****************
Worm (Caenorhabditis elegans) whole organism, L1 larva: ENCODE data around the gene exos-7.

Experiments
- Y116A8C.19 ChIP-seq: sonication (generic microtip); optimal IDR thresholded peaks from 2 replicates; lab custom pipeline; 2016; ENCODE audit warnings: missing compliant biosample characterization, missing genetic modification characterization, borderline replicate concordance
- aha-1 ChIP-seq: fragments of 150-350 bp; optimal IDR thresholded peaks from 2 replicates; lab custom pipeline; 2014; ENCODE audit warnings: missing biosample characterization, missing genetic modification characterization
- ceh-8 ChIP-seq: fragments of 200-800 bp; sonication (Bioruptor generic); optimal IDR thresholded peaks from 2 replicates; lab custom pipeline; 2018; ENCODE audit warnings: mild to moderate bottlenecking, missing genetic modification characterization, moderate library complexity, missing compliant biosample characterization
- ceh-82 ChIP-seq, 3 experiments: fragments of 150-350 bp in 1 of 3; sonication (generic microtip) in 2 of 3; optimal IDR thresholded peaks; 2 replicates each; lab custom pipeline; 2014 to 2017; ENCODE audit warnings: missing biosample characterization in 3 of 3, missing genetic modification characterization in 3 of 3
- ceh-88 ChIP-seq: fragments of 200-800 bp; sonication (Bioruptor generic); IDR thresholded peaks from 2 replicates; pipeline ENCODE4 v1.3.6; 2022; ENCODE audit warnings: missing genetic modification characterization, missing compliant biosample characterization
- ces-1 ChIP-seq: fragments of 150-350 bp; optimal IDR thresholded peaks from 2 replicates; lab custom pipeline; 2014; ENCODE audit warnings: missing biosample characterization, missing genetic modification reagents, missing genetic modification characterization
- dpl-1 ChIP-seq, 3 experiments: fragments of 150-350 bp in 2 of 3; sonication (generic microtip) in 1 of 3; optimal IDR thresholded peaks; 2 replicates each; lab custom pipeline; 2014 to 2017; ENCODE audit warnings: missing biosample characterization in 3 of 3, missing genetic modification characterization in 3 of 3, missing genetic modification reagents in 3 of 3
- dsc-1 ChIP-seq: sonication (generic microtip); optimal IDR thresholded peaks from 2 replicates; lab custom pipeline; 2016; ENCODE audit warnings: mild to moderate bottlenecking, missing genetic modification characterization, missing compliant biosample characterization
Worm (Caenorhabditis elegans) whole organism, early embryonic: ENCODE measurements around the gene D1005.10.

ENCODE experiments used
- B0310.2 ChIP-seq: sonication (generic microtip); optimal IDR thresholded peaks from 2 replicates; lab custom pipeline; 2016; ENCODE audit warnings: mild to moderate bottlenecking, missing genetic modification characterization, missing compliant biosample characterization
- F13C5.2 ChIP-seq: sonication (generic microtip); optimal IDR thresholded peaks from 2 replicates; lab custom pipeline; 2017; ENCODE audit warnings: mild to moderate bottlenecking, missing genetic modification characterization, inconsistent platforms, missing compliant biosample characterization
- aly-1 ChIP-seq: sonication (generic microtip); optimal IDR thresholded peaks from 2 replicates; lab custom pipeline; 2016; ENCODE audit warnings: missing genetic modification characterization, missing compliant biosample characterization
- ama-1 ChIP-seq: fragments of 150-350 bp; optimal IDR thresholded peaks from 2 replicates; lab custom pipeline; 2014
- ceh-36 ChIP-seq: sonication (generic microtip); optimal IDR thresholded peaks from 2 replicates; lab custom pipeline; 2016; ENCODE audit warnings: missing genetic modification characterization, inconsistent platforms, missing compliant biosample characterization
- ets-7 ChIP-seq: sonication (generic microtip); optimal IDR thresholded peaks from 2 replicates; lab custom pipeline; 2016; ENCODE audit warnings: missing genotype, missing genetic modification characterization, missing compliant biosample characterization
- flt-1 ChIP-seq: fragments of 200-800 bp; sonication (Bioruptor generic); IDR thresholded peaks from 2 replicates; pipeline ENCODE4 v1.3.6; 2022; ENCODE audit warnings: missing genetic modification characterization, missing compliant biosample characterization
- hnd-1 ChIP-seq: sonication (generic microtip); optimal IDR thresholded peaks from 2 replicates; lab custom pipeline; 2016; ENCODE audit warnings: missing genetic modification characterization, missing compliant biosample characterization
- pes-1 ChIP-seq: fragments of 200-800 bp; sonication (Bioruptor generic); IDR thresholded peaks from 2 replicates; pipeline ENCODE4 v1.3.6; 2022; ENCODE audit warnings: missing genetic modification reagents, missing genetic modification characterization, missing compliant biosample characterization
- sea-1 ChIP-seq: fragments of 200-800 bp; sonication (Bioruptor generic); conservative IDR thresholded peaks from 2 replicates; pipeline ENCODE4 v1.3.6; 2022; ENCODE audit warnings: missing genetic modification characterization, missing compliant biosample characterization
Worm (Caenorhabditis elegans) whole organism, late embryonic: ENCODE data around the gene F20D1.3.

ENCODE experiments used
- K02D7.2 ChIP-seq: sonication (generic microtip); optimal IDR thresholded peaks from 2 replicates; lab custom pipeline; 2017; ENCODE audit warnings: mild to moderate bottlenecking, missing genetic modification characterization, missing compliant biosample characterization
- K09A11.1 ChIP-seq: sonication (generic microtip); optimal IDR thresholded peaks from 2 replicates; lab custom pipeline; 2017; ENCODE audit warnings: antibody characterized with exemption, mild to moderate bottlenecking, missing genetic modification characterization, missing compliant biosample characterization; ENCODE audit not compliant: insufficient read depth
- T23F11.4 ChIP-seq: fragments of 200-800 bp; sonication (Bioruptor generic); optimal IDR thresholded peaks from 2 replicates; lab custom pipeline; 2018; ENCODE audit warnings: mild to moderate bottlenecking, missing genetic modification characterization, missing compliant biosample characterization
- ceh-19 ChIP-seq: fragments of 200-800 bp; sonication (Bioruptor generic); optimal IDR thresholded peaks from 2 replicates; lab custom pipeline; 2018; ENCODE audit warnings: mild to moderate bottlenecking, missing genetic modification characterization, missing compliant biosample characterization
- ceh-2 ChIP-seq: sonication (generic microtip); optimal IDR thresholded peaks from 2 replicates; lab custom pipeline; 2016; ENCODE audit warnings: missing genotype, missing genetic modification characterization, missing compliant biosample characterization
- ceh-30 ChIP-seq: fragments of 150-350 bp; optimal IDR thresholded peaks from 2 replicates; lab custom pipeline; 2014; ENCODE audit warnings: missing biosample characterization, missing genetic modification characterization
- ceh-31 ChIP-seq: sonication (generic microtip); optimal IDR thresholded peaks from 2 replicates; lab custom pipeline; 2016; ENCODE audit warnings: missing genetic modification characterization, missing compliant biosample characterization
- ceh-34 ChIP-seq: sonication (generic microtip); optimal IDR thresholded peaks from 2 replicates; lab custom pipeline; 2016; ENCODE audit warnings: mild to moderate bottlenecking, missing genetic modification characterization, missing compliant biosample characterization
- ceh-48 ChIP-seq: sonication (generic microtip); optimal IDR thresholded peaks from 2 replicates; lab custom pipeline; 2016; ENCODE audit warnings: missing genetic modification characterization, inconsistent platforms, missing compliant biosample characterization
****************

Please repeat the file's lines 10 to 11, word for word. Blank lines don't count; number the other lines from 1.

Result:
- dsc-1 ChIP-seq: sonication (generic microtip); optimal IDR thresholded peaks from 2 replicates; lab custom pipeline; 2016; ENCODE audit warnings: mild to moderate bottlenecking, missing genetic modification characterization, missing compliant biosample characterization
Worm (Caenorhabditis elegans) whole organism, early embryonic: ENCODE measurements around the gene D1005.10.